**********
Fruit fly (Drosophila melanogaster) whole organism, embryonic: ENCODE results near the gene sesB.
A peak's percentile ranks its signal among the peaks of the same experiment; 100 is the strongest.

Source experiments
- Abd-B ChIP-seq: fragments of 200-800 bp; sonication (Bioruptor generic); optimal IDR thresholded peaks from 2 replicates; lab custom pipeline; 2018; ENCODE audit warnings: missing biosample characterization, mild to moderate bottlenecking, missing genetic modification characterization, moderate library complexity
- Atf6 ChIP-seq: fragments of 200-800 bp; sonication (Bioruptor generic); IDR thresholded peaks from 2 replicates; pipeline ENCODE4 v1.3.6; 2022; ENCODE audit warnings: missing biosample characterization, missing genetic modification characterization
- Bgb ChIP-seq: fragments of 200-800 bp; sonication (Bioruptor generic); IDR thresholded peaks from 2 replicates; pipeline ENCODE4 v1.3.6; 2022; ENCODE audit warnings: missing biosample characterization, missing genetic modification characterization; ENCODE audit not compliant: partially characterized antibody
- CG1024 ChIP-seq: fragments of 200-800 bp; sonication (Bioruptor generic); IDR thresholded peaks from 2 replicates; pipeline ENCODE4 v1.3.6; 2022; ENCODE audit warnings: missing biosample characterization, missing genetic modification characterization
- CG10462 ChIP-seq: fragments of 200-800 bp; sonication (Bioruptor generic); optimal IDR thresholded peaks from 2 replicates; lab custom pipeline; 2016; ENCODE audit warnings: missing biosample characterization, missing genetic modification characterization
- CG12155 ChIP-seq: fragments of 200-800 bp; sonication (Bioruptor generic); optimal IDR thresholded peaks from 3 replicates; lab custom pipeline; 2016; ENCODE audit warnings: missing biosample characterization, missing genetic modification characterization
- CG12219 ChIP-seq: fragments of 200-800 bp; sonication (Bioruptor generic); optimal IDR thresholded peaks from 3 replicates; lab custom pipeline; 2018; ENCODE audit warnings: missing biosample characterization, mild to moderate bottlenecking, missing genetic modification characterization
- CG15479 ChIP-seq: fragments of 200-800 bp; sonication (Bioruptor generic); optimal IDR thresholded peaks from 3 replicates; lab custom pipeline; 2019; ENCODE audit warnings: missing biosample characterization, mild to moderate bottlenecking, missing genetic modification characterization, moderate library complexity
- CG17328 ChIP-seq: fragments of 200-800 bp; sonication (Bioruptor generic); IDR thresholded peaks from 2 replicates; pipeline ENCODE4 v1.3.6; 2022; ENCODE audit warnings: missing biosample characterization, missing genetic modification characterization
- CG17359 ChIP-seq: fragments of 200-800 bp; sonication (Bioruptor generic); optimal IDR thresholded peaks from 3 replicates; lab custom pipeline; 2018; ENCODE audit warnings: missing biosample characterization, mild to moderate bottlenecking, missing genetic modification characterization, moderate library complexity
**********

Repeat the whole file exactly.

Fruit fly (Drosophila melanogaster) whole organism, embryonic: ENCODE results near the gene sesB.
A peak's percentile ranks its signal among the peaks of the same experiment; 100 is the strongest.

Source experiments
- Abd-B ChIP-seq: fragments of 200-800 bp; sonication (Bioruptor generic); optimal IDR thresholded peaks from 2 replicates; lab custom pipeline; 2018; ENCODE audit warnings: missing biosample characterization, mild to moderate bottlenecking, missing genetic modification characterization, moderate library complexity
- Atf6 ChIP-seq: fragments of 200-800 bp; sonication (Bioruptor generic); IDR thresholded peaks from 2 replicates; pipeline ENCODE4 v1.3.6; 2022; ENCODE audit warnings: missing biosample characterization, missing genetic modification characterization
- Bgb ChIP-seq: fragments of 200-800 bp; sonication (Bioruptor generic); IDR thresholded peaks from 2 replicates; pipeline ENCODE4 v1.3.6; 2022; ENCODE audit warnings: missing biosample characterization, missing genetic modification characterization; ENCODE audit not compliant: partially characterized antibody
- CG1024 ChIP-seq: fragments of 200-800 bp; sonication (Bioruptor generic); IDR thresholded peaks from 2 replicates; pipeline ENCODE4 v1.3.6; 2022; ENCODE audit warnings: missing biosample characterization, missing genetic modification characterization
- CG10462 ChIP-seq: fragments of 200-800 bp; sonication (Bioruptor generic); optimal IDR thresholded peaks from 2 replicates; lab custom pipeline; 2016; ENCODE audit warnings: missing biosample characterization, missing genetic modification characterization
- CG12155 ChIP-seq: fragments of 200-800 bp; sonication (Bioruptor generic); optimal IDR thresholded peaks from 3 replicates; lab custom pipeline; 2016; ENCODE audit warnings: missing biosample characterization, missing genetic modification characterization
- CG12219 ChIP-seq: fragments of 200-800 bp; sonication (Bioruptor generic); optimal IDR thresholded peaks from 3 replicates; lab custom pipeline; 2018; ENCODE audit warnings: missing biosample characterization, mild to moderate bottlenecking, missing genetic modification characterization
- CG15479 ChIP-seq: fragments of 200-800 bp; sonication (Bioruptor generic); optimal IDR thresholded peaks from 3 replicates; lab custom pipeline; 2019; ENCODE audit warnings: missing biosample characterization, mild to moderate bottlenecking, missing genetic modification characterization, moderate library complexity
- CG17328 ChIP-seq: fragments of 200-800 bp; sonication (Bioruptor generic); IDR thresholded peaks from 2 replicates; pipeline ENCODE4 v1.3.6; 2022; ENCODE audit warnings: missing biosample characterization, missing genetic modification characterization
- CG17359 ChIP-seq: fragments of 200-800 bp; sonication (Bioruptor generic); optimal IDR thresholded peaks from 3 replicates; lab custom pipeline; 2018; ENCODE audit warnings: missing biosample characterization, mild to moderate bottlenecking, missing genetic modification characterization, moderate library complexity